Tragicomedia brought some late night life to Jordan Hall on Saturday with “Singen, Spielen, Tanzen, Trinken”—effectively a Boston Early Music Festival revue show of 17th-century music from Germany, Italy, and France. The lush continuo band directed by guitarist Stephen Stubbs and joined by violinist Milos Valent, harpsichordist Michael Sponseller, and viola da gambists Laura Jeppeson and Beiliang Zhu backed a crew of guest singers including sopranos Amanda Forsythe and Valerie Vinzant, tenor Zachary Wilder, and baritone Christian Immler. Apparently this is how half the cast of Almira entertains itself on a night off.
The eccentric and sociable audience, meanwhile, appeared to be mostly made up of hardcore festival goers and the composers ranged from the celebrated (Monteverdi, Telemann, Handel), to the underrated (Schütz, Lully), to the forgotten and downright obscure (Knüpfer, Mattheson, and Lambranzi). The thoughtfully constructed program was meant to evoke the city of Hamburg at the beginning of Handel’s career when Italy and France ruled the European musical culture and the German Baroque was just finding its legs.
Tragicomedia and its guests presented the assemblage of short pieces with madcap staging. Tenor Jason McStoots made his first entrance just in the nick of time, as if late to the show, after the band had already begun the introduction to Sebastian Knüpfer’s madrigal “O Scherschliep! Messerschliep!” McStoot, displaying a clear, if simple vocal tone, was soon joined by Wilder and Immler, who filled out a trio that sang, for some reason, about scissor-grinding. Knüpfer didn’t write a particularly memorable tune, but theatrically this was a strong opener and the performance was sharp.
Immler returned to the stage for four songs by Georg Philipp Telemann, and was joined by soprano Lydia Brotherton who played coy to the baritone’s advances in the third song before telling him to get lost in the fourth. Again, the jaunty drama trumped the quality of the music, but Telemann’s writing was still interesting as a very early precursor of the Lieder repertoire. Brotherton was a keen soubrette and Immler a generally jovial baritone.
Up next, Forsyth arrived on scene, representing an Italian diva. She sang Sarei troppo felice, a cantata written by Handel during his stint in Rome. This was the first strong piece of music on the program, and Brotherton kept the recitative interesting and carried the aria with expressive intensity. Brotherton, still in character as a provincial German soprano, requested instruction from the visiting diva, and so the two together turned to Claudio Monteverdi’s madrigal “Chiome d’oro, bel tesoro,” pretending to sightread. The tenors then presented Heinrich Schütz’s “Guild’ne Haare, gleich Aurora,” which quite amusingly turned out to be a blatant ripoff of the earlier Monteverdi, but set in German. The sopranos did not approve of this 17th-century act of plagiarism.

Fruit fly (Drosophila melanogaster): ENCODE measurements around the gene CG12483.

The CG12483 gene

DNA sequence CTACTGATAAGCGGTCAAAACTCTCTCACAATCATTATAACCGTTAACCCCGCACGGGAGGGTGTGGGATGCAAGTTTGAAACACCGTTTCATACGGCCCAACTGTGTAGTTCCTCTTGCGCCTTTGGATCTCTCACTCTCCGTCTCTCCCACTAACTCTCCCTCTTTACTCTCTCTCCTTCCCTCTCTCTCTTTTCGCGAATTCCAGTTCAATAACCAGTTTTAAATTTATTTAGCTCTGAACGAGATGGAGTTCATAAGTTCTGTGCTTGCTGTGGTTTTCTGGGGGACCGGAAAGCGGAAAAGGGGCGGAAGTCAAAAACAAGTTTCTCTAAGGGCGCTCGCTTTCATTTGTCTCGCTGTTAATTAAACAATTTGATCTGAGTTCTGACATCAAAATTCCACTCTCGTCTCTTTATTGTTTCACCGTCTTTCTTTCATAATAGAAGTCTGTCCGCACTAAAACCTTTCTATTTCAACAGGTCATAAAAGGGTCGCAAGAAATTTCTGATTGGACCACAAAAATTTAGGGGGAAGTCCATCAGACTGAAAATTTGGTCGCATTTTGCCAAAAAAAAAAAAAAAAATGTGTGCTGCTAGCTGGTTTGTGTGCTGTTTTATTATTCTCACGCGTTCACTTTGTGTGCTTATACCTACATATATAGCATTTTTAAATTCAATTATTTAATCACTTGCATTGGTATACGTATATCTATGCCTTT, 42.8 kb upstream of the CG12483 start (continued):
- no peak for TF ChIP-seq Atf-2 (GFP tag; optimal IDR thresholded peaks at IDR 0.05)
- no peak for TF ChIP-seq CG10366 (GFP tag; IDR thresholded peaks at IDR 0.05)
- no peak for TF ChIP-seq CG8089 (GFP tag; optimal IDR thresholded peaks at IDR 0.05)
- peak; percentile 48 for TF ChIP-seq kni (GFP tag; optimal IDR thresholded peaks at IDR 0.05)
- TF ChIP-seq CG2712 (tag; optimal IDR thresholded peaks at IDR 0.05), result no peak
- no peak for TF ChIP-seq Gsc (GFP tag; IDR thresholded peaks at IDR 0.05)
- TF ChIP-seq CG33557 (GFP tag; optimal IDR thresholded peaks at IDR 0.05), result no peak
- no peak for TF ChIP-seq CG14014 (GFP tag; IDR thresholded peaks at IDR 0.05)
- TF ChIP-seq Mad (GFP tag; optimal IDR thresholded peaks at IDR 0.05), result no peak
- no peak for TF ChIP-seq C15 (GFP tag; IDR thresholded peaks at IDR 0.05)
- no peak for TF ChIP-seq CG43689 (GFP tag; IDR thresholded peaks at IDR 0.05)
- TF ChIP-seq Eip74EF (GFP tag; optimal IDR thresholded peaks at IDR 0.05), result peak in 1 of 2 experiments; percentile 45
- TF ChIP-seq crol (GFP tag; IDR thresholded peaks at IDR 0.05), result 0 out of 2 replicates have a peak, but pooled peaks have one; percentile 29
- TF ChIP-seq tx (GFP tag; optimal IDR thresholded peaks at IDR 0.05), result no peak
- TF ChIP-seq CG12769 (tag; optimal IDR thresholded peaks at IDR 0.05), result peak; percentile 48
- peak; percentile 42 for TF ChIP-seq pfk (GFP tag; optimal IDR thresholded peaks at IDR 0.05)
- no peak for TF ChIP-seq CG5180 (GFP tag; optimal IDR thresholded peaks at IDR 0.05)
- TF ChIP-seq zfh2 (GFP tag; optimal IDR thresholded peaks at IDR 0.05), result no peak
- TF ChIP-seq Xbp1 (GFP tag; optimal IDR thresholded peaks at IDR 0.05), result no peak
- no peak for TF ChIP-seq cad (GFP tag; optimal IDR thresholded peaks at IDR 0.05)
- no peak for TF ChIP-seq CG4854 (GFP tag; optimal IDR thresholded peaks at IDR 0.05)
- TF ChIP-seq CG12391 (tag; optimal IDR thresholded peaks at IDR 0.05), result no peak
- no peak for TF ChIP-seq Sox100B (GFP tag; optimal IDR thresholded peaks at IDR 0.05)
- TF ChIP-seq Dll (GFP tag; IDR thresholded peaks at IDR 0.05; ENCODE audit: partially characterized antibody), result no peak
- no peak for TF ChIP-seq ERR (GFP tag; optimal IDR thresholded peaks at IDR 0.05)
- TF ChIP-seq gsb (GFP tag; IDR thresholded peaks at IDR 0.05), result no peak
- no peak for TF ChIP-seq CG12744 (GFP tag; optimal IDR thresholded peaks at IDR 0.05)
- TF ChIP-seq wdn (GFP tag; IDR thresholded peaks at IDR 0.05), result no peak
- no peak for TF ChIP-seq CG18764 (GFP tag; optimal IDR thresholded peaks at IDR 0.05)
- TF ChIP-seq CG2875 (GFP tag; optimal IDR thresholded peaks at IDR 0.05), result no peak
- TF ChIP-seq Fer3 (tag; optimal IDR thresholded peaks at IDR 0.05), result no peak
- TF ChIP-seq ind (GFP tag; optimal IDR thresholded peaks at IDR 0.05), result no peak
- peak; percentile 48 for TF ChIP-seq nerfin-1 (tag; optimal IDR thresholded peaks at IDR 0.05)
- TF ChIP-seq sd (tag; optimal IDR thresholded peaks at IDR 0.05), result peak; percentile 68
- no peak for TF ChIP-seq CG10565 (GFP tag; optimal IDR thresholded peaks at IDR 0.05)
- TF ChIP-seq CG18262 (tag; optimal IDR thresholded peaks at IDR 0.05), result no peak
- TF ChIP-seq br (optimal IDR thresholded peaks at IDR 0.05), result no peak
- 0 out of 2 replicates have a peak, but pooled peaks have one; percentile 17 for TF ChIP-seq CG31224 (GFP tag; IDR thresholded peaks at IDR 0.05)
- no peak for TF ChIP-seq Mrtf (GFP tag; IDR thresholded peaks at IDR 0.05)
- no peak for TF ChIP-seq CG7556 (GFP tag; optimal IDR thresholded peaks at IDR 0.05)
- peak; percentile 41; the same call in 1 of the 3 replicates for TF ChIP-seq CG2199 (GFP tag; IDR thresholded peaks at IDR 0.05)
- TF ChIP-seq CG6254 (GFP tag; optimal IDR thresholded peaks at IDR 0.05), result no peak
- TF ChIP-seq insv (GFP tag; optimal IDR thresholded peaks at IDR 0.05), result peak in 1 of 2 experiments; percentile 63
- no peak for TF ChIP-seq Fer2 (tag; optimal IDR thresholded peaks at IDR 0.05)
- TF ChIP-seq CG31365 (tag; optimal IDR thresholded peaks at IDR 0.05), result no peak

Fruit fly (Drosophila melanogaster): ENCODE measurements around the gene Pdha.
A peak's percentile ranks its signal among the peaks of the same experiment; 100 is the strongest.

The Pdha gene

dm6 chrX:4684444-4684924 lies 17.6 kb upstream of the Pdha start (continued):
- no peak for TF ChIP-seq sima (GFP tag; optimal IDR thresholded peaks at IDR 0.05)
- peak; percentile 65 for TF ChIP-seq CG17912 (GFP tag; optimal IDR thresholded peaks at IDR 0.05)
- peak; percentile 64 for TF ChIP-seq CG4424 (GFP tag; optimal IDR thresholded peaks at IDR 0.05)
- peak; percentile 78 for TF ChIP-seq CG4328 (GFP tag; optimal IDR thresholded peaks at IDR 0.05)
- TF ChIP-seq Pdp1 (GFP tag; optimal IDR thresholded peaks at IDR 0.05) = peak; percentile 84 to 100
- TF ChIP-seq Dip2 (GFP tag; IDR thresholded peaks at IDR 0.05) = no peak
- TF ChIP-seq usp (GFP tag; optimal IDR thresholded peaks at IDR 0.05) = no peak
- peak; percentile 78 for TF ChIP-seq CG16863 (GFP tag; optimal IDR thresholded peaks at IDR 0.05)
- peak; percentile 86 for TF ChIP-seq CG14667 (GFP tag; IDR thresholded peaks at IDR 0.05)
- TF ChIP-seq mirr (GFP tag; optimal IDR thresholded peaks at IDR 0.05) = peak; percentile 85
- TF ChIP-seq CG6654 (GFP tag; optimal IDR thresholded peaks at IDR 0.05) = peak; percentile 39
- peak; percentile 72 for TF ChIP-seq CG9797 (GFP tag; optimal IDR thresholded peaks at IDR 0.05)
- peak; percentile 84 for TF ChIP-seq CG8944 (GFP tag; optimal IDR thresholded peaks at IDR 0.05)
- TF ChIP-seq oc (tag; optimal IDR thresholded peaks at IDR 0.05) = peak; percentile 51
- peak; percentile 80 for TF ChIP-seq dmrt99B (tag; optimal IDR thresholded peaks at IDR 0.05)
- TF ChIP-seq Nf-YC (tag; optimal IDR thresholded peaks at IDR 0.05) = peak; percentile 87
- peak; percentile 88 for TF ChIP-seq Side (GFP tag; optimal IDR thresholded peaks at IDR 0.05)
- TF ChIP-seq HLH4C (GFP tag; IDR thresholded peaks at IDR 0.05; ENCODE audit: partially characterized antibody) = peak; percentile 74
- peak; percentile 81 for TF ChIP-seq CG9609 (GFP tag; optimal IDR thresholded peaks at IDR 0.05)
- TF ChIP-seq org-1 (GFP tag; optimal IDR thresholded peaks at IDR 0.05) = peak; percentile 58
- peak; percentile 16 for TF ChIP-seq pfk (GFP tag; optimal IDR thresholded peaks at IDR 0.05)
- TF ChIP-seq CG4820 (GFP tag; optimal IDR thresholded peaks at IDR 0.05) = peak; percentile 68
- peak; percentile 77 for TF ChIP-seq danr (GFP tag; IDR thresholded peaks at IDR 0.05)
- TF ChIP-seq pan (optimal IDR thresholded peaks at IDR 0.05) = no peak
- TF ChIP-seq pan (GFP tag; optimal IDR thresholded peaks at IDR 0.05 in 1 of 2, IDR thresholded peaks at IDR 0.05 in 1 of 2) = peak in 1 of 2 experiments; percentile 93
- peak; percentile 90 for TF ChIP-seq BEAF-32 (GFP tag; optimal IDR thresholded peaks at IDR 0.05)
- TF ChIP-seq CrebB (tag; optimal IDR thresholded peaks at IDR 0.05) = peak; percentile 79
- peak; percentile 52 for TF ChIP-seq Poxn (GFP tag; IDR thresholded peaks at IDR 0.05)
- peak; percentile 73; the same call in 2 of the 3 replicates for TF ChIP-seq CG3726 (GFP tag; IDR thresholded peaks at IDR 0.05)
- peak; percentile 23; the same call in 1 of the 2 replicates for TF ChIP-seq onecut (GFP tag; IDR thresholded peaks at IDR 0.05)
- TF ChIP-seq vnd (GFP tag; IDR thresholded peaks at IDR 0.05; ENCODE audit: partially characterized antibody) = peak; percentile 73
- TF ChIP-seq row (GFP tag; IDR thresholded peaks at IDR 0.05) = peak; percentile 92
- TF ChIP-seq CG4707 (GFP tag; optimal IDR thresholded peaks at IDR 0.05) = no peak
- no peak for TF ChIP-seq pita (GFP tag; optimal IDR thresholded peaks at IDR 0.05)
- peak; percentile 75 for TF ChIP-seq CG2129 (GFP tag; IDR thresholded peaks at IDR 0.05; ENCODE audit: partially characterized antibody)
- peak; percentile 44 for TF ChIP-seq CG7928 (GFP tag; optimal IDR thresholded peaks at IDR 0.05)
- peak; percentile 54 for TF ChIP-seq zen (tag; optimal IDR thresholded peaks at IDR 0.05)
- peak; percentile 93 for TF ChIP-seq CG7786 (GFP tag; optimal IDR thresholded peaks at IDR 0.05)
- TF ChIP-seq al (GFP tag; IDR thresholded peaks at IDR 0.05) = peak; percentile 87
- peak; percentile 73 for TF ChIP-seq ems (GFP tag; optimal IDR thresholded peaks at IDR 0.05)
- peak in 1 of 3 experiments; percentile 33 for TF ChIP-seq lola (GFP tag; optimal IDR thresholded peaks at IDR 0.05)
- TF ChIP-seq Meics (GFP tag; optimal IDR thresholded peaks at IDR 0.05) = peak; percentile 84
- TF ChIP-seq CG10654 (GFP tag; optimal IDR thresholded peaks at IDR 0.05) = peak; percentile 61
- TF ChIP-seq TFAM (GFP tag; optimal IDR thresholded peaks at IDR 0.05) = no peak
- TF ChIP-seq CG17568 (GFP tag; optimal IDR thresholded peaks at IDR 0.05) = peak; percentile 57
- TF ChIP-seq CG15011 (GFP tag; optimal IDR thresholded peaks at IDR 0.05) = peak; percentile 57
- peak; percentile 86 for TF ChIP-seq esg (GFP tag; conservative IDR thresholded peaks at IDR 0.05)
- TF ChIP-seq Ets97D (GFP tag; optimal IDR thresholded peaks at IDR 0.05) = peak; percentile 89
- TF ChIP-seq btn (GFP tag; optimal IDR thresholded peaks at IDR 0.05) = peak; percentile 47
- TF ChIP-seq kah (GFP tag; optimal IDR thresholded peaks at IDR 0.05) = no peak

After a little intermezzo danced by Caroline Copeland in a flashy harlequin outfit, the men sang some drinking songs by Jean-Baptiste Lully. This led to a scene from Cleopatra by Johann Mattheson, who is mostly known for assaulting Handel with a sword (famous alongside the Gesualdo murders and the J.S. Bach nanny-goat-bassoonist incident as one of the more notorious acts of composer violence). Regardless, this was the most touching piece of the night, with Vinzant playing a glamorous and haughty Cleopatra. At the end, she turned toward the corpse of Antonius, and the tilt of her head—a simple gesture—created a really affecting moment. The continuo group also came across particularly well in the Mattheson with the individual instruments clearly differentiated and used for subtle colorings.
The show ended with Gregorio Lambranzi’s “Dance of the drunken farmer,” again featuring Copeland’s Harlequin (otherwise a rather distracting presence seated onstage), and an ensemble act by Knüpfer—“Meer, Erd’ und Sonne trinken.” Throughout the night, the vocal and instrumental performances were strong, and the singers should also be commended for carrying the show with their lively and unmannered skit acting.